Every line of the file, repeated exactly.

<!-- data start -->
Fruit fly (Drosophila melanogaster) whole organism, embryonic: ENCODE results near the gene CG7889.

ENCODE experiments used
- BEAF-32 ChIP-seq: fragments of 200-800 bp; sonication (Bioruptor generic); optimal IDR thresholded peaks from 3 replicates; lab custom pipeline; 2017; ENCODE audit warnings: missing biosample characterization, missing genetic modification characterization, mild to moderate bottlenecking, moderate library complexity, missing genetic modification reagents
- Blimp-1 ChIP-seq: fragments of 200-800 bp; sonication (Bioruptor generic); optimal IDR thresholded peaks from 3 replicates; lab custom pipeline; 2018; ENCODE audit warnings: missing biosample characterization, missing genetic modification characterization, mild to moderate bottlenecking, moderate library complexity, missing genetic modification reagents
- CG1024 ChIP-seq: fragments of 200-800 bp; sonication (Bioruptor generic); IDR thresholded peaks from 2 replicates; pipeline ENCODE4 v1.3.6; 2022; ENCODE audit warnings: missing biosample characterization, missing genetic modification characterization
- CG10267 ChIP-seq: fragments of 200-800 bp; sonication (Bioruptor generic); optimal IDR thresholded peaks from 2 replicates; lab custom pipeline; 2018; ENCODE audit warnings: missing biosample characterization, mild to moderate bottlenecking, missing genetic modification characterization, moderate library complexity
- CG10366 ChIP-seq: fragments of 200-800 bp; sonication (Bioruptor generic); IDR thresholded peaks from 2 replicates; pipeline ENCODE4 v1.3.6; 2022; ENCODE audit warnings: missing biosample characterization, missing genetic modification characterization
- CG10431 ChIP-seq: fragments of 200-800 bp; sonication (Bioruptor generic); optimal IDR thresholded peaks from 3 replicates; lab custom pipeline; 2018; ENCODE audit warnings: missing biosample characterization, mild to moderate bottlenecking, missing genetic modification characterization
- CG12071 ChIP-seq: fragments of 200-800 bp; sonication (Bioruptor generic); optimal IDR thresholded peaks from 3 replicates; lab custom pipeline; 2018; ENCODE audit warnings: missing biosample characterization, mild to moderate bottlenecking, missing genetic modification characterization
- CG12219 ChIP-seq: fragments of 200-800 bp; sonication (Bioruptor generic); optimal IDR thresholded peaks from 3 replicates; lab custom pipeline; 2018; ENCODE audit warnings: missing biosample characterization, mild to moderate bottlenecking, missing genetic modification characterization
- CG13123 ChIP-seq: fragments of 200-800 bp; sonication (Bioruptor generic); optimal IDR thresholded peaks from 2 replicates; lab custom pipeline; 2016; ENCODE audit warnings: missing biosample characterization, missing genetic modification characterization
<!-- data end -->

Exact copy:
Fruit fly (Drosophila melanogaster) whole organism, embryonic: ENCODE results near the gene CG7889.

ENCODE experiments used
- BEAF-32 ChIP-seq: fragments of 200-800 bp; sonication (Bioruptor generic); optimal IDR thresholded peaks from 3 replicates; lab custom pipeline; 2017; ENCODE audit warnings: missing biosample characterization, missing genetic modification characterization, mild to moderate bottlenecking, moderate library complexity, missing genetic modification reagents
- Blimp-1 ChIP-seq: fragments of 200-800 bp; sonication (Bioruptor generic); optimal IDR thresholded peaks from 3 replicates; lab custom pipeline; 2018; ENCODE audit warnings: missing biosample characterization, missing genetic modification characterization, mild to moderate bottlenecking, moderate library complexity, missing genetic modification reagents
- CG1024 ChIP-seq: fragments of 200-800 bp; sonication (Bioruptor generic); IDR thresholded peaks from 2 replicates; pipeline ENCODE4 v1.3.6; 2022; ENCODE audit warnings: missing biosample characterization, missing genetic modification characterization
- CG10267 ChIP-seq: fragments of 200-800 bp; sonication (Bioruptor generic); optimal IDR thresholded peaks from 2 replicates; lab custom pipeline; 2018; ENCODE audit warnings: missing biosample characterization, mild to moderate bottlenecking, missing genetic modification characterization, moderate library complexity
- CG10366 ChIP-seq: fragments of 200-800 bp; sonication (Bioruptor generic); IDR thresholded peaks from 2 replicates; pipeline ENCODE4 v1.3.6; 2022; ENCODE audit warnings: missing biosample characterization, missing genetic modification characterization
- CG10431 ChIP-seq: fragments of 200-800 bp; sonication (Bioruptor generic); optimal IDR thresholded peaks from 3 replicates; lab custom pipeline; 2018; ENCODE audit warnings: missing biosample characterization, mild to moderate bottlenecking, missing genetic modification characterization
- CG12071 ChIP-seq: fragments of 200-800 bp; sonication (Bioruptor generic); optimal IDR thresholded peaks from 3 replicates; lab custom pipeline; 2018; ENCODE audit warnings: missing biosample characterization, mild to moderate bottlenecking, missing genetic modification characterization
- CG12219 ChIP-seq: fragments of 200-800 bp; sonication (Bioruptor generic); optimal IDR thresholded peaks from 3 replicates; lab custom pipeline; 2018; ENCODE audit warnings: missing biosample characterization, mild to moderate bottlenecking, missing genetic modification characterization
- CG13123 ChIP-seq: fragments of 200-800 bp; sonication (Bioruptor generic); optimal IDR thresholded peaks from 2 replicates; lab custom pipeline; 2016; ENCODE audit warnings: missing biosample characterization, missing genetic modification characterization